A kind of infection that takes advantage of germs might be utilized to fight bacterial infections in clients whose body immune systems have actually been deteriorated by the SARS-CoV-2 infection that triggers the COVID-19 illness, according to a specialist at the University of Birmingham and the Cancer Registry of Norway.
Called bacteriophages, these infections are safe to human beings and can be utilized to target and get rid of particular germs. They are of interest to researchers as a prospective option to antibiotic treatments.
In a brand-new organized evaluation, released in the journal Phage: Therapy, Applications and Research, 2 methods are proposed, where bacteriophages might be utilized to deal with bacterial infections in some clients with COVID-19.
In the very first technique, bacteriophages would be utilized to target secondary bacterial infections in clients’ breathing systems. These secondary infections are a possible reason for the high death rate, especially amongst senior clients. The objective is to utilize the bacteriophages to minimize the variety of germs and restrict their spread, providing the clients’ body immune systems more time to produce antibodies versus SARS-CoV-2.
Dr. Marcin Wojewodzic, a Marie Sklodowska-Curie Research Fellow in the School of Biosciences at the University of Birmingham and now scientist at the Cancer Registry of Norway, is the author of the research study. He states: “By introducing bacteriophages, it may be possible to buy precious time for the patients’ immune systems and it also offers a different, or complementary strategy to the standard antibiotic therapies.”
Professor Martha R.J. Clokie, a Professor of Microbiology at the University of Leicester and Editor-in-Chief of PHAGE journal discusses why this work is necessary: “In the same way that we are used to the concept of ‘friendly bacteria’ we can harness ‘friendly viruses’ or ‘phages’ to help us target and kill secondary bacterial infections caused by a weakened immune system following viral attack from viruses such as COVID-19”.
Dr. Antal Martinecz, a specialist in computational pharmacology at the Arctic University of Norway who recommended on the manuscript states: “This is not only a different strategy to the standard antibiotic therapies but, more importantly, it is exciting news relating to the problem of bacterial resistance itself.”
In the 2nd treatment technique, the scientist recommends that artificially modified bacteriophages might be utilized to make antibodies versus the SARS-CoV-2 infection which might then be administered to clients by means of a nasal or oral spray. These bacteriophage-generated antibodies might be produced quickly and cheaply utilizing existing innovation.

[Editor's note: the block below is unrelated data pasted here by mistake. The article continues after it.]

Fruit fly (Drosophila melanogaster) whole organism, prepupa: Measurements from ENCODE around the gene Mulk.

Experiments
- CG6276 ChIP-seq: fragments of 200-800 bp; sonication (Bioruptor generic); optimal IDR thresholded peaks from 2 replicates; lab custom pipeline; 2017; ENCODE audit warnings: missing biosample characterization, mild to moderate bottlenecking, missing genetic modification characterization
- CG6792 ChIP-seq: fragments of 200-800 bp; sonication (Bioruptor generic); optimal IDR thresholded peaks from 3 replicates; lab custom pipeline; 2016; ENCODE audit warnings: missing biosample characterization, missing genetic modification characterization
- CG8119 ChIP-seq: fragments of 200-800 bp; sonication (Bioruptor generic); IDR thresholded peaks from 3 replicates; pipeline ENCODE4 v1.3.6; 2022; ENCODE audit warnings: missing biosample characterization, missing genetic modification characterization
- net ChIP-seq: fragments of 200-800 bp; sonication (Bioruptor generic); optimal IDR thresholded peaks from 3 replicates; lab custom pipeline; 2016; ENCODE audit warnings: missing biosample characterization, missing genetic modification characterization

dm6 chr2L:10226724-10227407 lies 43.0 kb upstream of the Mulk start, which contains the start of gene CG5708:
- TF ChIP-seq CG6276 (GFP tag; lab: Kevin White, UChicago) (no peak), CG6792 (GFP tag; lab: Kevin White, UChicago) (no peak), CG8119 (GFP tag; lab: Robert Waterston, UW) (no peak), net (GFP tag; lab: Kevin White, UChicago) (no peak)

“If this strategy works, it will hopefully buy time to enable a patient to produce their own specific antibodies against the SARS-CoV-2 virus and thus reduce the damage caused by an excessive immunological reaction,” states Dr. Wojewodzic.
Professor Martha R.J. Clokie’s research study concentrates on the recognition and advancement of bacteriophages that eliminate pathogens in an effort to establish brand-new antimicrobials: “We could also exploit our knowledge of phages to engineer them to generate novel and inexpensive antibodies to target COVID-19. This clearly written article covers both aspects of phage biology and outlines how we might use these friendly viruses for good purpose.”
Dr. Wojewodzic is requiring medical trials to check these 2 methods.
“This pandemic has shown us the power viruses have to cause harm. However, by using beneficial viruses as an indirect weapon against the SARS-CoV-2 virus and other pathogens, we can harness that power for a positive purpose and use it to save lives. The beauty of nature is that while it can kill us, it can also come to our rescue.” includes Dr Wojewodzic.
“It’s clear that no single intervention will eliminate COVID-19. In order to make progress we need to approach the problem from as many different angles and disciplines as possible.” concludes Dr. Wojewodzic.
Reference: “Bacteriophages Could Be a Potential Game Changer in the Trajectory of Coronavirus Disease (COVID-19)” by Marcin W. Wojewodzic, 23 June 2020,PHAGE: Therapy, Applications, and Research.